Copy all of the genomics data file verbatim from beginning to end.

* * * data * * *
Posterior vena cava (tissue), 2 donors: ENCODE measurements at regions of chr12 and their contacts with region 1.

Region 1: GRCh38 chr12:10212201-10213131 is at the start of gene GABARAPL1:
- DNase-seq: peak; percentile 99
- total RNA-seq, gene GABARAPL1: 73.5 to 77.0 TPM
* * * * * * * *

Posterior vena cava (tissue), 2 donors: ENCODE measurements at regions of chr12 and their contacts with region 1.

Region 1: GRCh38 chr12:10212201-10213131 is at the start of gene GABARAPL1:
- DNase-seq: peak; percentile 99
- total RNA-seq, gene GABARAPL1: 73.5 to 77.0 TPM